"FIRST PLATOON!" That was for the benefit of Lieutenant Piacentelli, commanding the tail-end of the Regiment, the platoon marching on either side of the lumbering Decontamination Vehicle, their safety-suit filters clogging with the dust.


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“It is true, though—if it is best that a girl should marry—mind you, I only say if—then it is her mother’s duty. You can’t look out for yourself—at least I am very glad you are not of the kind that do, my little Fan.{v2-207}”

pose he had squeezed the newspapers dry. He held the volume out to me without speaking, his forefinger resting on the open page; his swarthy face was in a glow, his hand shook a little. The page to which his finger pointed bore the steel engraving of a man’s portrait.

We had rehearsed pretty well, and when the big curtain rolled up, and Ted and I bounded out on the stage dressed in a kind of jockey costume—white silk tights with red silk stockings, blue satin shirts with jockey caps of blue and red, and jockeys' whips in our hands—we both felt pretty cool. Then we began our clog dance. It was the finest kind of clog dancing, I will say, although I did part of it myself, and then we introduced a new feature, singing while the clogs rattled on the floor, and every muscle moving alike. Of course it took—the singing as much as the dancing—and the people hurrahed and clapped and shouted, and wouldn't leave off until we had gone over it three times, and the end man had come on the stage and asked permission for the other performers to go home and go to bed, as the audience seemed fully satisfied with the Valbella Brothers. Then they laughed, and we got back to our dressing-room, when old Sam Stacker stood ready to hug us both.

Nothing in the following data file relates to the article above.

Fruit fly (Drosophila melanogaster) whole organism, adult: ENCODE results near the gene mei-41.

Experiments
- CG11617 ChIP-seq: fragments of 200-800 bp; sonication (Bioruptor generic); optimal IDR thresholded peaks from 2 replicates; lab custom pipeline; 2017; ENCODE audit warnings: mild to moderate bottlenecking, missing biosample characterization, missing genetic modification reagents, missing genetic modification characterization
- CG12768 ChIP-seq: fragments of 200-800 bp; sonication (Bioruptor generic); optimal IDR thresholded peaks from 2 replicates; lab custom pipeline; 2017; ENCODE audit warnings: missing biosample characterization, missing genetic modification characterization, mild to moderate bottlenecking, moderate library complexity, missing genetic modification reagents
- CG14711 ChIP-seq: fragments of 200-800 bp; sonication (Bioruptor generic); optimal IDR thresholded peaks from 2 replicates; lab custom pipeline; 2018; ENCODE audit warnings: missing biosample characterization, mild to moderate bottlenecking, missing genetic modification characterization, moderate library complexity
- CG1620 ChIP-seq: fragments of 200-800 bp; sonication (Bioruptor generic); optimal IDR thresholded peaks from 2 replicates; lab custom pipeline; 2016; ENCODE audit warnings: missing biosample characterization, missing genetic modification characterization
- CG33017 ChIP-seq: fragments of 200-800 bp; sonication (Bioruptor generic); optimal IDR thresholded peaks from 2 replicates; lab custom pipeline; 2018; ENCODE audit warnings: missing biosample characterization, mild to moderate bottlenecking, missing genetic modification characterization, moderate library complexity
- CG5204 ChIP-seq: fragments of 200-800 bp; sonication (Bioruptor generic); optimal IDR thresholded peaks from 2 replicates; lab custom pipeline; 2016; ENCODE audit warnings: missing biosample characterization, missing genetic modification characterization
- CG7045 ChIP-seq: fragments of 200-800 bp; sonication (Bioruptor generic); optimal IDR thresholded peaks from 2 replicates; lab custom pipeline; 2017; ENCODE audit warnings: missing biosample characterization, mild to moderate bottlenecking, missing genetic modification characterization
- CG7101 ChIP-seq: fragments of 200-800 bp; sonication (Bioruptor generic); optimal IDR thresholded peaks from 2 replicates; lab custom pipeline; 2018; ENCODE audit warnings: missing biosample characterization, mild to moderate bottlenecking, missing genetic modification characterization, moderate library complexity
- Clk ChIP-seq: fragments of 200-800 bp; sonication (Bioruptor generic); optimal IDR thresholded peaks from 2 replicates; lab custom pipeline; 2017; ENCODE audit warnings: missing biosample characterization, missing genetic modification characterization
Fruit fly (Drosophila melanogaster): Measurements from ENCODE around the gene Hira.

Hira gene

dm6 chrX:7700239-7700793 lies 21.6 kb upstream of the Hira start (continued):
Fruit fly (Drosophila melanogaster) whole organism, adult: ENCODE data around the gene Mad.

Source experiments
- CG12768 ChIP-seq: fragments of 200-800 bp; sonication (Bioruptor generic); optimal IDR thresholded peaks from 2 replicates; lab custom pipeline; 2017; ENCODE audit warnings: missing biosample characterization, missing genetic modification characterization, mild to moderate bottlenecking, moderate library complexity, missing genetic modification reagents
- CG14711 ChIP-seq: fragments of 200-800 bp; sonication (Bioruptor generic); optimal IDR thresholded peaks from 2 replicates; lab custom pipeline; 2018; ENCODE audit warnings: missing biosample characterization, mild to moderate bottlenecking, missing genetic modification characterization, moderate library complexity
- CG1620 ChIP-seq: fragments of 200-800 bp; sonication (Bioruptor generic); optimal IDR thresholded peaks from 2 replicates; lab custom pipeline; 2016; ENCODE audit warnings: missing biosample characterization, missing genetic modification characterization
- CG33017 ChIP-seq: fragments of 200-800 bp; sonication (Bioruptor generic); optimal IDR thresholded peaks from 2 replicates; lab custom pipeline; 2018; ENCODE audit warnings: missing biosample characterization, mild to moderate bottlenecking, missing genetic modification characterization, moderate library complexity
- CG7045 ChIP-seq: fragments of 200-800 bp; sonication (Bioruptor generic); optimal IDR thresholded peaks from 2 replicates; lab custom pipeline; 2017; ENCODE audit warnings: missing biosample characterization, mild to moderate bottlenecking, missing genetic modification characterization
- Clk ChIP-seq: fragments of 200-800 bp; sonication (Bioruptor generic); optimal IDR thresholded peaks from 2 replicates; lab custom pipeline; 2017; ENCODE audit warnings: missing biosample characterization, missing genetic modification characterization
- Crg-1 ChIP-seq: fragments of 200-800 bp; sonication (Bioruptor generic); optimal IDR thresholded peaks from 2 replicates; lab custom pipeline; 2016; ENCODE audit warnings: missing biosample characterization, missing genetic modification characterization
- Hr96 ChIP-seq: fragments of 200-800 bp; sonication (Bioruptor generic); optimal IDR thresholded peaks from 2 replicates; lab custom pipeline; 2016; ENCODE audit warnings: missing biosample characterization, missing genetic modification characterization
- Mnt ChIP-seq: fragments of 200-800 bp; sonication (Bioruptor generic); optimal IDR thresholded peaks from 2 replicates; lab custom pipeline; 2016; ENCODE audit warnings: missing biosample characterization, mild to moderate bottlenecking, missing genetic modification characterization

Queer how suddenly one discovers at last what one has known all along.... Queer....


“How like he is to Miss Ellen Terry!” remarked my landlord, not knowing the identity of his visitor.


“Yes, he is an Irishman.”

[Pg 249]

1.ner, she should keep the talk at the highest level), Delane’s remarks were no more penetrating than his neighbours’—and he was almost sure not to have read the novel.

2.Arthur hesitated before he said, "I've been thinking that perhaps, on the whole, it would be better if I didn't. It might make it worse for him. I've no sort of influence with Mr Kenyon, I mean."


“Can I spake to you a minnit, mam!” ses I.


The lives and exploits of these men constitute an important phase in pioneer life because their deeds greatly affected the settlement of the new country. Dread of them brought peaceful settlers together in communities and helped to hasten the establishment of law and order. Their histories are therefore a part of the history of the country. The historian who passes them over as mere blood-and-thunder tales misses entirely one of the high lights in the great adventure of the settling of the Mississippi basin.


[Pg 251]




The glory of Art with the swift arrow;

. . .